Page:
Though African-Americans aren’t looking for a “Great Black Hope” in hockey just as they did not in golf or tennis it would help bring more of us to the NHL if they had a few black stars. Especially if those stars were born in the United States of America. Even better if they came from cities like New York, Chicago, Detroit or Philadelphia. Home grown African-American talent from cities with major television markets would boost interest among blacks.
But how can a sport like hockey create African-American talent when there are very few of us playing or watching the game? Like everything else, hockey has to go to the people and not expect the people to come to them. Is this easier said than done? I don’t know, but it’s worked in other sports so why not hockey? If nothing else it’s worth a try.
African-American communities have always gotten support from sports like football, basketball, baseball, boxing and even soccer. There is not an African-American community in the USA where you can go and not find kids playing these sports mainly football and basketball. Baseball lost a good bit of their African-American fans when they stopped going into the inner city and the southern states to scout talent and conduct clinics. They are trying to make up for that with the Renewing Baseball in Inner Cities (RBI) program.
Hockey needs to do something similar. There are hockey teams in every major city in the United States. And most of them have ice or inline skating rinks. Even if there isn’t a rink available as is the case in many African-American communities, a gym floor that can be used with a plastic puck and plastic sticks could work just as well. That’s what we used in elementary school. Then send players into the communities to introduce themselves and the game through classroom visits and clinics.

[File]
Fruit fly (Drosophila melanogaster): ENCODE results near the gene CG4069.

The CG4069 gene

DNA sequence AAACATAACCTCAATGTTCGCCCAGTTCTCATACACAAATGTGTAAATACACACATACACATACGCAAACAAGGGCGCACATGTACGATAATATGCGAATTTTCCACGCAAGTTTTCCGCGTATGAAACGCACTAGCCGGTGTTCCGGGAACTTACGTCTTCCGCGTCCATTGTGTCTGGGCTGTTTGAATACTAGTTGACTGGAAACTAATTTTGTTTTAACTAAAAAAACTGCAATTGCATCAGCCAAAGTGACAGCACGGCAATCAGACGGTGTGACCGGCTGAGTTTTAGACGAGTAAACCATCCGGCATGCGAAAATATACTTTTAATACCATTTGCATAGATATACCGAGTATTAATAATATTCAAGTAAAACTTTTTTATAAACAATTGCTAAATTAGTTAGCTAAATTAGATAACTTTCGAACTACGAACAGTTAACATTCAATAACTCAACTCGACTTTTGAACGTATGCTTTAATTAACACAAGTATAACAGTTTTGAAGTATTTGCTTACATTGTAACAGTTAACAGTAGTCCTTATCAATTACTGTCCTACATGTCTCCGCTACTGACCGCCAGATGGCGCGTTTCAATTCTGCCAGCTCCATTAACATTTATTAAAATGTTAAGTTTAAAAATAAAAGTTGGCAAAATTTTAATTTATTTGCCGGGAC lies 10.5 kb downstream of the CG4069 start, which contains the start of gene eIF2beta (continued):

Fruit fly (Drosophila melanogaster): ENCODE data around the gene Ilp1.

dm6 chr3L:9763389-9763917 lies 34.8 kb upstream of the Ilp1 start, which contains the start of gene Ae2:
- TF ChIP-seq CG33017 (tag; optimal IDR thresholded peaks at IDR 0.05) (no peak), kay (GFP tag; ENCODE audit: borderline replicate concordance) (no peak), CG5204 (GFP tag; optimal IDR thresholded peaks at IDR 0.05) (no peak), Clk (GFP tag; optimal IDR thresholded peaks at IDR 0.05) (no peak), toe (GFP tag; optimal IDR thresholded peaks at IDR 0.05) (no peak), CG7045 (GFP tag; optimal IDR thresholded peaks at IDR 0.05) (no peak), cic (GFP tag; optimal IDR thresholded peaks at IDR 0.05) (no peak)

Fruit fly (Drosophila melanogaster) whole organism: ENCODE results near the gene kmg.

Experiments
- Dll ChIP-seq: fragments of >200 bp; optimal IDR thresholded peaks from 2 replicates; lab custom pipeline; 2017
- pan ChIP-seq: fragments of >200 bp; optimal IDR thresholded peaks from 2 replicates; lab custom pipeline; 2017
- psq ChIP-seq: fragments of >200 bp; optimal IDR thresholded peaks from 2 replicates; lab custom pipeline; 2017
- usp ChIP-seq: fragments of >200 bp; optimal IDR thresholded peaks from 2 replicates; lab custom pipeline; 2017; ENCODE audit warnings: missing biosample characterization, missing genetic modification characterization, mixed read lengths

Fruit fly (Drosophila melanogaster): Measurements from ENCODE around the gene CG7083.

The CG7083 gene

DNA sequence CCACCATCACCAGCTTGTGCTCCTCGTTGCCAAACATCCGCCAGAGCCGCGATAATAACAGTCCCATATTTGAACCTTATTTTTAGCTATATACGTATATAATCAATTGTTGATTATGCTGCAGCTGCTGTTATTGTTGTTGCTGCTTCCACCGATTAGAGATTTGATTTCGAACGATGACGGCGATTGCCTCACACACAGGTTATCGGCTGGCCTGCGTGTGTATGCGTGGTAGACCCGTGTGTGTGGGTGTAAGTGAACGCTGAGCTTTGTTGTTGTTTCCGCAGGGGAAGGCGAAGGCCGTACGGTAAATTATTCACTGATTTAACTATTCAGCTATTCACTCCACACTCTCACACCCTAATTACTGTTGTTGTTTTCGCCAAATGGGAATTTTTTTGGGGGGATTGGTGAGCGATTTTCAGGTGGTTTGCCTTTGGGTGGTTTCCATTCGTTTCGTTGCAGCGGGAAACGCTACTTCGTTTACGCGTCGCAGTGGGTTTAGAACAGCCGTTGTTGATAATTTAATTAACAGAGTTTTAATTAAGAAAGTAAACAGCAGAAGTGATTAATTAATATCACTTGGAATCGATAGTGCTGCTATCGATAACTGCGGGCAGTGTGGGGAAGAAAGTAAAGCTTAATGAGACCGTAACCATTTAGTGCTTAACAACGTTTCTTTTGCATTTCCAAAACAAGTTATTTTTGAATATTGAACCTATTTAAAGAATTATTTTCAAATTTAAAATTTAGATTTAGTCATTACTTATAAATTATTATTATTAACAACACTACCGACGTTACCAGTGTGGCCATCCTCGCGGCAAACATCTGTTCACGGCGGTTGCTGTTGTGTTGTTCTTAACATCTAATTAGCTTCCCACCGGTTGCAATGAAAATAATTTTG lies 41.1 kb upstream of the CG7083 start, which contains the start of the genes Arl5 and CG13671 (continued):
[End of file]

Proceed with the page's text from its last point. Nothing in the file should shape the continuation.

The main thing is to find a way to get kids to play. Once they play, then they become interested. Once they become interested, then it’s time to work on finding ice time and equipment. Once you find ice time and equipment, then it’s time to work on forming leagues. When leagues are formed, then you start to nurture talent.
This would not create star players or new fans overnight, but would be a start. Once young African-Americans begin playing, they and their parents would be more inclined to watch and attend games. This would benefit everyone from the pros down to the kids. It would give the pros another place to mine talent and the kids another sport to participate in.
What is stopping this from happening? Well here is a guess. Hockey really doesn’t care, because it’s a sport played globally so they figure they don’t need to create a bigger talent pool. And African-Americans don’t really care, because we are too busy limiting our sports options by steering our kids to basketball. If hockey doesn’t want us than why should we care? Also, African-Americans have so many more options in sports and life than they did years ago when football, basketball and baseball came calling which is a good thing. The truth is that hockey could bring in African-Americans but they are not not going to go out of their way to find them. And African-Americans are not going to go begging them to do it.
It’s that simple.